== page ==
• I love viewing the visual of behavior flow from PPC traffic in analytics – easy to see big picture trends quickly. – Mark Chapman
  • E-commerce tracking in GA can always provide product-specific insights that I can’t get in AdWords… so fairly often. – Jeremy Krantz
  • Product specific information is huge. I review that often in Ecom clients. – Kirk Williams
  • Attribution and extent of assisted conversions to know where it figures in the overall scheme of things. – Rohan Ayyar (@searchrook)
  • Pretty deeply for ecomm. You’ll find a lot of “leader” products for ROAS…small ones that bring traffic, but get larger AOV. – Susan Wenograd

Q5: What is your take on importing Google Analytics goals into AdWords? Why?

  • Why not? There’s lots goals that can’t be created in Adwords. – Mike Crimmins
  • I love it! But I wish there weren’t delays or the risk of sampling. – Matthew Poldberg (@NotSpamIpromise)
  • I have one client that has calls on site recorded in GA, then imports to AdWords. I love them in this instance. Otherwise, I try to use ADW conv tracking so as not to confuse or double up on conv numbers. But importing has it’s moments.- Michelle Morgan
  • Works best if you’re tight with Analytics team – otherwise new goals can be added you don’t realize you need to import! – Amy Hebdon
  • With B2B I love associating goal values in GA for leads based on avg % of closed sales. Use GA goals to import those numbers. – Joe Martinez
  • I like it, it reduces discrepancies between the platforms. A conversion fires in Adwords, you can see it in GA. Less headaches. – Colleen McCaskell
  • Absolutely, Great way to track micro conversions! – Orlando Valencia (@ValenciaSEM)
  • Importing goals from GA allows you to easiily monitor the customer journey and account for micro conversions. – Jesse Teske
  • AdWords only is, well, AdWords only – not apples to apples with other channels and you can track all kinds of other events like a video view or a click on an email link. Can’t do that with AW conversion. – Steve Cameron
  • Also, some call tracking companies allow for call goal tracking setup in GA. Huge convenience to link to AdWords. – Matt Umbro

Q6: In general, how in depth do you prefer your Analytics program to be? For example, do you care if event tracking is setup?

  • The biggest thing I’ve had to unlearn trainees, clients, and c-levels on is that analytics is some kind of master arbiter of truth. – Doug Thomas
  • I love event tracking – lots of uses. Forms w/o thank you pages, etc. And micro conversions. – Mike Crimmins
  • Event tracking is a must. Pageviews are only the start. But it has to be setup to answer questions. – Kyle Crocker
  • Set up nothing more than you actually will use. – Doug Thomas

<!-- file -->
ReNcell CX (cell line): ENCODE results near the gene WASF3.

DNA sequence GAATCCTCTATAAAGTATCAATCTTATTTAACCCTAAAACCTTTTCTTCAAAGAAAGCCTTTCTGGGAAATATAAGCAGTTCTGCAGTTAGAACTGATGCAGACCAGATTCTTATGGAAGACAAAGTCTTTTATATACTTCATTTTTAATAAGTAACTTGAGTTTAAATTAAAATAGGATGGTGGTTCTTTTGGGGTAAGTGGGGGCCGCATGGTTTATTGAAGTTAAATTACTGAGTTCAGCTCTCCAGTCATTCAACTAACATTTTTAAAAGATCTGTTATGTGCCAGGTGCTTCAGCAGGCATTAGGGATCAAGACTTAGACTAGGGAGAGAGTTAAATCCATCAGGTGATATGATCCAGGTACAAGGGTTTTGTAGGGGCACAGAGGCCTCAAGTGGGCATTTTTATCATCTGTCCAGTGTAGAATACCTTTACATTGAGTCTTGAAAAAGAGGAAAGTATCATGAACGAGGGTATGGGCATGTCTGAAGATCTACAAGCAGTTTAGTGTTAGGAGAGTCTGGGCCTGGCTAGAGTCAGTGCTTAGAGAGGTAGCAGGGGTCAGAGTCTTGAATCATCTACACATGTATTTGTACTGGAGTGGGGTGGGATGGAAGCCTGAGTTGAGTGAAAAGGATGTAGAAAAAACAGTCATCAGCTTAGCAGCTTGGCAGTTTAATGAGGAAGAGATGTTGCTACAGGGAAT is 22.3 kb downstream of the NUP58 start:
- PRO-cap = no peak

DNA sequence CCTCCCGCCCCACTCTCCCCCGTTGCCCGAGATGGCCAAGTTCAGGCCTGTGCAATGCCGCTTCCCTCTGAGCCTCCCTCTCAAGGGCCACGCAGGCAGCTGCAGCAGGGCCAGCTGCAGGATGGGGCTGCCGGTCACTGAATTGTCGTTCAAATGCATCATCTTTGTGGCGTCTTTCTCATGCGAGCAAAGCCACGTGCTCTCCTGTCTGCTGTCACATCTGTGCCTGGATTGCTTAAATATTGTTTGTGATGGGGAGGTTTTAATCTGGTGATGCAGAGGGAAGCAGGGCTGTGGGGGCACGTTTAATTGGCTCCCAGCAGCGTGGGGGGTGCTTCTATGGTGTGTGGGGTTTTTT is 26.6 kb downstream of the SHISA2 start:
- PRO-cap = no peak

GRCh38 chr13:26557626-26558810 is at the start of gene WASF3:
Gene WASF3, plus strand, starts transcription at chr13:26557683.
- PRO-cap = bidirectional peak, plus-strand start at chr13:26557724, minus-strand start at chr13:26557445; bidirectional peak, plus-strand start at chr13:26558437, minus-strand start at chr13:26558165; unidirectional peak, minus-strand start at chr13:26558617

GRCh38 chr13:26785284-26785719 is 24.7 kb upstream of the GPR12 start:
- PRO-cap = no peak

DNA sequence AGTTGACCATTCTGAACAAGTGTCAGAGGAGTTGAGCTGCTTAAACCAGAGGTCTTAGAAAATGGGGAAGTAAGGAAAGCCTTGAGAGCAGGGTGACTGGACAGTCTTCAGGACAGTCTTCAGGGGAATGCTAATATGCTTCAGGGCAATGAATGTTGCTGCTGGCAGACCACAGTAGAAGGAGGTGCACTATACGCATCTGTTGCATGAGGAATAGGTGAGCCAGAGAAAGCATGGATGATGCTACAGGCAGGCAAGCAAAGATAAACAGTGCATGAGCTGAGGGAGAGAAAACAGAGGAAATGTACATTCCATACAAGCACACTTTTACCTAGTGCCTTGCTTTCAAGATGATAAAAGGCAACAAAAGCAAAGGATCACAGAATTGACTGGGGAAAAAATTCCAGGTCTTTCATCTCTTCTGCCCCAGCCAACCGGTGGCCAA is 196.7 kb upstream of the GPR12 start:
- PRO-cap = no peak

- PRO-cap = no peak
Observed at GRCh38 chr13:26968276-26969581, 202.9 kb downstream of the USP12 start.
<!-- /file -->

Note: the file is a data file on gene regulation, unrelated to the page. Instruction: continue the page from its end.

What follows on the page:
• Tag Manager is your best friend for event tracking. Track click interactions, capture form fields, so much value I’m drooling! – Joe Martinez
  • Event tracking is definitely important for both PPC and SEO efforts within Analytics. – Michael Knight

PPCChat Sponsored by

CallRail LogoCallRail is a call tracking platform that brings enterprise-level call analytics to businesses and agencies. CallRail makes it easy to track which marketing sources and keywords make your phone ring. We provide call tracking, recording, and analytics for PPC, SEO, web, and offline marketing campaigns. With CallRail, you can create tracking phone numbers instantly, get reports in real time, and increase your advertising ROI by learning which campaigns and keywords deliver valuable phone leads.

Call Rail


More PPC Chats

Don’t forget to stay tuned for the next #PPCchat on Tuesday at 12 noon Eastern, 9 am Pacific and 5pm in the UK. Same Chat time, same Chat channel.


Check out the PPC Chat Twitter list to see and connect with all current and prior participants.

• Matt Umbro (@Matt_Umbro)
• James Svoboda (@Realicity)
• Paul Kragthorpe (@PaulKragthorpe)
• Amy Bishop (@Hoffman8)
• Amy Hebdon (@amyppc)
• Andrew Bethel (@AndrewPPC)
• Christi Olson (@ChristiJOlson)
• Collen McCaskell (@SpitfirePPC)
• Doug Thomas (@ferkungamaboobo)
• Gil Hong (@Gil__Hong)
• Iliana Cherniss (@ICherniss)
• Jared Miley (@JaredMiley)
• JD Prater (@jdprater)
• Jeremy Krantz (@JeremyKrantz)
• Jesse Teske (@JesseTeske)
• Joe Martinez (@MilwaukeePPC)
• Kirk Williams (@PPCKirk)
• Kyle Crocker (@kacrocker)
• Mark Chapman (@chapmark)
• Mark Irvine (@MarkIrvine89)
• Mark Parent (@parentmark)
• Matthew Poldberg (@NotSpamIpromise)
• Melissa Mackey (@Mel66)
• Michael Knight (@MichaelAKnight)
• Michelle Morgan (@michellemsem)
• Mike Crimmins (@mikecrimmins)
• Orlando Valencia (@ValenciaSEM)
• Patrick Cusumano (@heypatrick20)
• Peter Thistle (@PeterThistle)
• Rohan Ayyar (@searchrook)
• Steve Cameron (@adventcom)
• Susan Wenograd (@SusanEDub)
• Timothy Jensen (@timothyjjensen)

Tying PPCChat and Streamcaps Together

This is a guest post by Paul Kragthorpe; works at WebRanking in Minneapolis, Minnesota.
Connect with Paul @PaulKragthorpe, and Google Plus.

Be Sociable, Share!

Tags: , , ,

Leave a Reply

Your email address will not be published. Required fields are marked *

Sponsored By

Recent Tweets

I am speaking at SMX East
PPCChat.co was rated one of the Best PPC Blogs by Boost CTR